1. “If diet and exercise worked, we’d all do it, and it wouldn’t be a problem. [Yet] it doesn’t work in the long run….”

    It is true though. If you look at populations, it is the people who eat a healthy diet and exercise that maintain a healthy weight and have the lowest lifestyle-related illness. There is nothing wrong with the nutritional advice. Yes, Americans are not following it (and increasingly, people in other countries adopting a more Americanized lifestyle).

    However, the whole system is set up to make people fat. Healthy food has to be available and affordable, and exercise has to be accessible. You only need to look around you in a city with a good metro system to see that in places where people spend more time on their feet and out of their cars, they are fitter and healthier. Change the environment, change the lifestyle.

  2. One quick comment in response to Ms. Nestle’s contention that it’s not complicated. There is this thing we researchers call endogeneity, which can be thought of as reverse causality. The most current research indicates that the assumption that we get obese because we consume too many calories is exactly backward. It turns out that obesity leads to overeating, not the reverse. Just like the notion that eating fat will make you fat, the idea that eating too many calories will make you gain weight seems eminently sensible. The problem is they are both wrong. What appears to be the case is that when we are overweight we need to consume more calories to sustain the metabolism required because we are overweight. That has nothing to do with why we are overweight.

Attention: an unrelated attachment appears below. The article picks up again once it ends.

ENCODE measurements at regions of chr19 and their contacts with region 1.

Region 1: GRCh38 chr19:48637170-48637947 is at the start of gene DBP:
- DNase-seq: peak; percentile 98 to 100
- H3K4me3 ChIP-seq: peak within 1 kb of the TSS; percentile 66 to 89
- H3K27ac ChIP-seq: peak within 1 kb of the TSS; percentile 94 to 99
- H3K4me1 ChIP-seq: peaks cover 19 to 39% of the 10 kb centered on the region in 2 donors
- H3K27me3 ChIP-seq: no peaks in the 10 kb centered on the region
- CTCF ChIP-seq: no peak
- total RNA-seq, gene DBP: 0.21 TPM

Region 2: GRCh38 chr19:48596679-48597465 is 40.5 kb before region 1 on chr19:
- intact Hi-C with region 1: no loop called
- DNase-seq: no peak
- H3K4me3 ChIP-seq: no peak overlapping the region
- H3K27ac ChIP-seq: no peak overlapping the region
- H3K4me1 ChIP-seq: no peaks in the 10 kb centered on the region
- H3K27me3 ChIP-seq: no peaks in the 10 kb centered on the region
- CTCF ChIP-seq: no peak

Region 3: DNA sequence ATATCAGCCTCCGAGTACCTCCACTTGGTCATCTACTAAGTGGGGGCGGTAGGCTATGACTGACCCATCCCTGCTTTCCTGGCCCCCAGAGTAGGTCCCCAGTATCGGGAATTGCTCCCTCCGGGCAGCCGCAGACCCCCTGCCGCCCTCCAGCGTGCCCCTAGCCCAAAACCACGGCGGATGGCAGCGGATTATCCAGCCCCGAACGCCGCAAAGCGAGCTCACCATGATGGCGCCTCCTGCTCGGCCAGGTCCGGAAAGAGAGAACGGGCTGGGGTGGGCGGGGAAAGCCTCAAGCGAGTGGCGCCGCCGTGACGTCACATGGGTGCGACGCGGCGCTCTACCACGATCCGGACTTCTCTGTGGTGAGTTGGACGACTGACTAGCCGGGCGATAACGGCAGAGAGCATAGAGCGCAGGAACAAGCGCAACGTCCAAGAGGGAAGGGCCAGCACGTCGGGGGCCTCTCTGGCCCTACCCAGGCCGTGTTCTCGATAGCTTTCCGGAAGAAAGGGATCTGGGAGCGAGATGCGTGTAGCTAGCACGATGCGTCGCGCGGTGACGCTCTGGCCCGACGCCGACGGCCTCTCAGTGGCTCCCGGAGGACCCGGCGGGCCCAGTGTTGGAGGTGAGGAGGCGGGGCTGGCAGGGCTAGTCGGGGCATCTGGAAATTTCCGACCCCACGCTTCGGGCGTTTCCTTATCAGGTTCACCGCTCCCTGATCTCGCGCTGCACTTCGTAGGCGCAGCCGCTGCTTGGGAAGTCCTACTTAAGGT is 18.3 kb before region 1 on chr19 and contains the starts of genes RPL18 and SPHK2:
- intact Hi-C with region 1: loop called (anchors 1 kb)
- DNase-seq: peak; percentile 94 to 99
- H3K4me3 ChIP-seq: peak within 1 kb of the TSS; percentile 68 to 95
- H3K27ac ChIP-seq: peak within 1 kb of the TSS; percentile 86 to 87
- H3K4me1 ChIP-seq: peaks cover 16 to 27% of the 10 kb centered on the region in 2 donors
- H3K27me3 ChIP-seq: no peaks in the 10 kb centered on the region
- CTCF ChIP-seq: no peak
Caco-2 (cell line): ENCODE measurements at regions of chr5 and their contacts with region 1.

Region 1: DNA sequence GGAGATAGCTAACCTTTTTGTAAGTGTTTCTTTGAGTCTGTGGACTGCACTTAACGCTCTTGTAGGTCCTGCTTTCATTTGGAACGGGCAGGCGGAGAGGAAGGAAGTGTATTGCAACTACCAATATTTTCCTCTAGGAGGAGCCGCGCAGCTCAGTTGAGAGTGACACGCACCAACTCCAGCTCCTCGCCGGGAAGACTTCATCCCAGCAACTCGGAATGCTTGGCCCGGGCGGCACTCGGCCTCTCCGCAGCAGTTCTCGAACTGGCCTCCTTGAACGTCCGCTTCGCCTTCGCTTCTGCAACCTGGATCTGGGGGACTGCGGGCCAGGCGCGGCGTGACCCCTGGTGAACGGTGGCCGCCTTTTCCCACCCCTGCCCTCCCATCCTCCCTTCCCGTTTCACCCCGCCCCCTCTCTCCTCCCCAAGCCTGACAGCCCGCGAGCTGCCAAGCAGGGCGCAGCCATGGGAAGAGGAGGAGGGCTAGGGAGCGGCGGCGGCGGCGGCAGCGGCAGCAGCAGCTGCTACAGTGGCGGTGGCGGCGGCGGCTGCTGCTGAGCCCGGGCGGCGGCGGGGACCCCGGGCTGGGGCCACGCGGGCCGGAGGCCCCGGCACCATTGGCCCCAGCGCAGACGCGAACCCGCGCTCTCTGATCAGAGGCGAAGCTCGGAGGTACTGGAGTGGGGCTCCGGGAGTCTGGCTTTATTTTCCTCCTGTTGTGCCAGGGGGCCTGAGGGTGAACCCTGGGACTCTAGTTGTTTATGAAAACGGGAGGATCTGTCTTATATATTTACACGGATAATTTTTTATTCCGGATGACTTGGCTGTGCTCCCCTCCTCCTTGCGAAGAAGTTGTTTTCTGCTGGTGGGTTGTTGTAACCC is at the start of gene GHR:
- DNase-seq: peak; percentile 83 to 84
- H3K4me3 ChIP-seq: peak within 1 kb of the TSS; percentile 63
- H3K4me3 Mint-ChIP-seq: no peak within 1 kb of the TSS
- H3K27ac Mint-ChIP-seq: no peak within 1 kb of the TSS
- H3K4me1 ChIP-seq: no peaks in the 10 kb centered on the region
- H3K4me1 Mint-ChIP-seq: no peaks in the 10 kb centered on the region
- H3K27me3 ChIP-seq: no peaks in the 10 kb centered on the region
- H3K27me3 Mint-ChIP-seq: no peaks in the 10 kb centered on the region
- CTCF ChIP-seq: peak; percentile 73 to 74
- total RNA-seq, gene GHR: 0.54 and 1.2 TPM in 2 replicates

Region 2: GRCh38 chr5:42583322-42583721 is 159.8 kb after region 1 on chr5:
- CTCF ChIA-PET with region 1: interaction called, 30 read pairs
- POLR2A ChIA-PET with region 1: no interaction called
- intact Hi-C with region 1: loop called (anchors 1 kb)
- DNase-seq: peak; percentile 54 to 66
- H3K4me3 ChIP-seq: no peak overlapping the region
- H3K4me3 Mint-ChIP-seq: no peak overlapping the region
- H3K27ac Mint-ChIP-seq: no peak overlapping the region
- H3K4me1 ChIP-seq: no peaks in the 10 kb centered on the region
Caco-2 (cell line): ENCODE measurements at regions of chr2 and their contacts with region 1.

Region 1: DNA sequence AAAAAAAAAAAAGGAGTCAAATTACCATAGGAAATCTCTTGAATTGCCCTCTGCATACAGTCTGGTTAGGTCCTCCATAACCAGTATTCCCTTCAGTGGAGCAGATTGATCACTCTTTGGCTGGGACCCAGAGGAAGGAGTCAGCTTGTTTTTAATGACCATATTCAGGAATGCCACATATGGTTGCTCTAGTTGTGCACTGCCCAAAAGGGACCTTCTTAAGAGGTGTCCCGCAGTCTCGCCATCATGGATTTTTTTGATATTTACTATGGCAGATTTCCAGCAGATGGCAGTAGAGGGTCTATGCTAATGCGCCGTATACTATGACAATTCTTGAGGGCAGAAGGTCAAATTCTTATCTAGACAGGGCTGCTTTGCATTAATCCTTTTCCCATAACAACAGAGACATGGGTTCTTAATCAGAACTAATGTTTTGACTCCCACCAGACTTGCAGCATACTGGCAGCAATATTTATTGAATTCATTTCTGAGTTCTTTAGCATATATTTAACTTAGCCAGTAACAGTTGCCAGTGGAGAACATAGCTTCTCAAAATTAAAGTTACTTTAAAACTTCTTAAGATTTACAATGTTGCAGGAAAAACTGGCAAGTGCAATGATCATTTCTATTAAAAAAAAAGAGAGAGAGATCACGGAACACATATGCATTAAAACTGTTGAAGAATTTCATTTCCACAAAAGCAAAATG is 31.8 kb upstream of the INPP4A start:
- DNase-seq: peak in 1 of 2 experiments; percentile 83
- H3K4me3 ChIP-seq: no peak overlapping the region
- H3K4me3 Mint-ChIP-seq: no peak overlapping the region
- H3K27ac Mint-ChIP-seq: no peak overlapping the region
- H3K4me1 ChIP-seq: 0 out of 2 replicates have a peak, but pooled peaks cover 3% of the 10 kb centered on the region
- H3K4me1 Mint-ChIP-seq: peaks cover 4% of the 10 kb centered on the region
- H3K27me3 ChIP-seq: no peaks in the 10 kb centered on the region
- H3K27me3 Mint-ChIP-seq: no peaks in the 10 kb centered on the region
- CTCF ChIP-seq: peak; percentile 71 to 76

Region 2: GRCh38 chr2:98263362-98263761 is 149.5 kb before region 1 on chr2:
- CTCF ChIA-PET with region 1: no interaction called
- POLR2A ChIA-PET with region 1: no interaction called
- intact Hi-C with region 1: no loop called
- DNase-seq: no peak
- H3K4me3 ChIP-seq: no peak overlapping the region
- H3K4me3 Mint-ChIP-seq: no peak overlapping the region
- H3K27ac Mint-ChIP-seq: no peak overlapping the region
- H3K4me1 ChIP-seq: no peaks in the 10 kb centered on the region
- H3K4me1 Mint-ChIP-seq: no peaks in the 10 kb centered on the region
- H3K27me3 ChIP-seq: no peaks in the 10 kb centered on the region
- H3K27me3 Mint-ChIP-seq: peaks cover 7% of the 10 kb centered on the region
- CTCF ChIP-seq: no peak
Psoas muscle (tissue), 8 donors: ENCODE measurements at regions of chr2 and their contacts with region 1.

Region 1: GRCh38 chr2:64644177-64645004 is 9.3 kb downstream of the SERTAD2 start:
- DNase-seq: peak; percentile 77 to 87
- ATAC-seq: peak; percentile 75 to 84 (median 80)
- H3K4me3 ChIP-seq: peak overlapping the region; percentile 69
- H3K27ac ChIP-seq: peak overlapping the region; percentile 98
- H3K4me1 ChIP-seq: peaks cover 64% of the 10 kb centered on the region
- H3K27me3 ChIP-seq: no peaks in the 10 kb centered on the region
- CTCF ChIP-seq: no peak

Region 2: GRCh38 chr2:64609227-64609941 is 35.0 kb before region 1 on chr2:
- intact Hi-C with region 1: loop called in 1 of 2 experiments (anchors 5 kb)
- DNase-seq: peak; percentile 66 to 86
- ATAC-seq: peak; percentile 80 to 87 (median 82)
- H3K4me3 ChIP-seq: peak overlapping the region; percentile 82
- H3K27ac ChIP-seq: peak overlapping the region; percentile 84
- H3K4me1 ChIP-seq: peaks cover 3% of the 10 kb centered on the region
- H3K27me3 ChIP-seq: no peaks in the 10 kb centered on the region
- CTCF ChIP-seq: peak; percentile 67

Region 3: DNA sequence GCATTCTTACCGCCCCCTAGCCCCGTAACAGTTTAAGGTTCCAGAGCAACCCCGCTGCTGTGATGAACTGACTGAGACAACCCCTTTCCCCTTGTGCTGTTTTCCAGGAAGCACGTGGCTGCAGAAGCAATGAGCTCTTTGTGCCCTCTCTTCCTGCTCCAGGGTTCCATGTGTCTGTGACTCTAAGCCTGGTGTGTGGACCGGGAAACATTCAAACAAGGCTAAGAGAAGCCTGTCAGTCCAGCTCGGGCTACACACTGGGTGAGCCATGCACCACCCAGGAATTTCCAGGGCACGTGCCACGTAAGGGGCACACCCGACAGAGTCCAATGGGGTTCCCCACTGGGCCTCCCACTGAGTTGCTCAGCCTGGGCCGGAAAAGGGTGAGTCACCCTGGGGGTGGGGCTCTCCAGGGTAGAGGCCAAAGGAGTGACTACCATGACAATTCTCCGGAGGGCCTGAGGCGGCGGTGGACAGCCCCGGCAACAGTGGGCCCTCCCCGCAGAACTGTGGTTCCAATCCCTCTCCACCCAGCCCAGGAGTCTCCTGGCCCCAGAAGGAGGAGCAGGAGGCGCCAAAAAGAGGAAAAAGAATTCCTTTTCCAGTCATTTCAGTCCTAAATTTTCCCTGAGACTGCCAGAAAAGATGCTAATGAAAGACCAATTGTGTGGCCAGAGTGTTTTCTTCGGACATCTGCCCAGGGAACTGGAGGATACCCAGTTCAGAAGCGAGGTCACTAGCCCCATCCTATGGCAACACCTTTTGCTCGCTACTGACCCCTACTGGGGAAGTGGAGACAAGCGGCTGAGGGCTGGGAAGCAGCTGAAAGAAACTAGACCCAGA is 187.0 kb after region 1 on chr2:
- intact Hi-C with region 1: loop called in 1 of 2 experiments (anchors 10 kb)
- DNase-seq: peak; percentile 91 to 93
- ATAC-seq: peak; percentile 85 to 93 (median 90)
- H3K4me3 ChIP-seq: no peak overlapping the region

3. This stupefyingly moronic woman purports to be a “professor”? Of nutrition, at that? God help her unfortunate students.

      • She has spawned more than one generation of food journalists who all think as she does. Establishment thinkers even though both journalism and academia demand independent thinking, and especially challenging existing status-quo ideas.

  4. I was shocked by Nestle’s ignorant response, unprofessional attitude and nearly rude composure. But most importantly I was shocked by her statement that “we grow more calories than ever before”… excuse me. We grow food and not calories.

    We need more people like Kessler. People with an open mind for a “perhaps we are wrong”.

  5. Mark Diana is absolutely right. Human metabolism evolved to enhance survival. One way it does this is to detect a drop in protein and fat consumption and an increase in consumption of vegetation, particularly sugars and starches. It does this via IGF1 and interprets the change as hard times ahead and then induces the individual through hormones to consume excess calories, convert them into body fat as famine insurance. IGF1 functions in multiple areas and also influences the ageing clock so that hard times reduce breeding because it is so resource intensive and simultaneously increases lifespan.
    Why do diet people not know these things? Because PhDs live in silos and know nothing about any field except their own. No excuse, the science regarding IGF1 and the ageing clock has lectures on YouTube and years ago it was on PBS, multiple times. I even apply it breeding field competition dogs for longer lives, increased trainability and greater intelligence. If a calorie were a calorie there would be no human race, we would not have survuved the current ice age.